Partisan politics will probably ensure Kavanaugh nomination succeeds. SCOTLAND’S former top judge once said: “I do not know that we would want to have a judiciary here that is like the one in the United States. It depends on your personal point of view. I do not give you my view, but I am sure that you can guess what it is.”
Those words – of very clear condemnation of how judges are selected in the United States of America – came from Lord Brian Gill – during his testimony to the Scottish Parliament’s Public Petitions Committee in November 2015, reported earlier here: Scotland’s former top judge lashes out at America’s justice system, accusing US judges of financial ties to corporations & vested interests
Admittedly, anyone watching last week’s Senate Committee on the Judiciary hearing where Judge Brett Kavanaugh – President Donald Trump’s nomination for the Supreme Court of the United States – responded to allegations from Dr Christine Ford that he attacked her, during their school years – may well think Lord Brian Gill’s comments are a beacon of sanity against Kavanaugh’s now widely mocked beer drinking amid the reporting of further allegations against him by at least two other women.
In some respects, Gill is correct.
Would anyone here want a judge like Brett Kavanaugh sitting in the Court of Session?
Most people, certainly outside the strange, ivory tower world of the judiciary & legal clique, would probably say a resounding “No”.
Yet here is the quandary – The world only found out about Kavanaugh’s temper, anger & rage – amid the accusations against him – because the judicial nomination process in the US is televised and open.
Here in Scotland, and the UK – the process of judicial selection and appointment is a very secretive, closed door affair where only in the past few years – due to the Scottish Parliament probe on judicial interests – has questions of the judiciary’s attitude against transparency revealed case after case where judges are simply not being honest with litigants, the courts, and ultimately the public with regards to their interests, and cases which come before our own judiciary.
So, even though Lord Gill’s disdain for the US system of judicial selection does have it’s merits, we in Scotland, and the UK still deserve to find out much more about our judiciary and how they are appointed, than a few pages of redacted FOI disclosures, and that very judicial anger for anyone asking for transparency.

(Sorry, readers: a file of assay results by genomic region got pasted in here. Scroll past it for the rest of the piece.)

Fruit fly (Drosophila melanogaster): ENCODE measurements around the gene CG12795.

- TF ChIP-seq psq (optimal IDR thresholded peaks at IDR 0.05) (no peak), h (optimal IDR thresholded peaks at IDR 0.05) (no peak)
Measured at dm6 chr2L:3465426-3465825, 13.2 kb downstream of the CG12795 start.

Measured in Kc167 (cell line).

Video footage of last week’s Senate Judiciary where Dr Christine Ford and Judge Kavanaugh testified, is well worth a watch:
Developments since the testimony, including details of the allegations by Dr Ford, and others – are widely reported in the US media however, one of the more relevant debates revolves around the tone and demeanour of Brett Kavanaugh during his testimony, revealing a rage from an experienced Judge of 12 years, which the public all across the world should take note of.
A judge and his rage.
The elderly, angry Senate Judiciary members – in their publicly funded jobs, some for up to 40 years, exhibiting the same self centred sense of entitlement exhibited by Judge Kavanaugh – even came out and supported his anger – for reasons they claim that he was unjustly accused.
Yet, if you ever ask a judge to comment on why anyone other than a judge may feel anger at being unjustly accused … you are often met with the same angry response that it is for judges to decide who can and cannot be angry if ‘their court’ convicts the wrong individual for crimes they never comitted.
Indeed, ask a judge why he failed to declare an interest in a multi million pound damages claim, you will often encounter a very rabid response, backed up with the same venom and malignancy we have seen in the Kavanaugh saga.
Quite a thing to see the anger of the judiciary spill out in public, when their sense of entitlement and demand for high office – comes up against scrutiny, and in the case of Kavanaugh – allegations he attacked a woman – Dr Christine Ford – who testified before the same Republican dominated Senate Judiciary Committee which is now hell-bent on sending Judge Kavanaugh to a lifetime appointment on the Supreme Court of the United States (SCOTUS).
And – just like how Justice Kennedy’s retirement came out of the blue – watch out for further sudden retirements from the US Supreme Court, which will enable the Trump administration to stack the court even more in favour of vested interests.
One last thing – Kavanaugh said during his opening statement that he travelled with President Bush “…from Texas to Pakistan, from Alaska to Australia, from Buckingham Palace to the Vatican”
It would be quite interesting to see how many interactions Judge Kavanaugh had with the UK judiciary and political system … however, in our ever decreasing transparency & growing anti Freedom of Information culture in the UK, you can be sure little, if anything will ever emerge.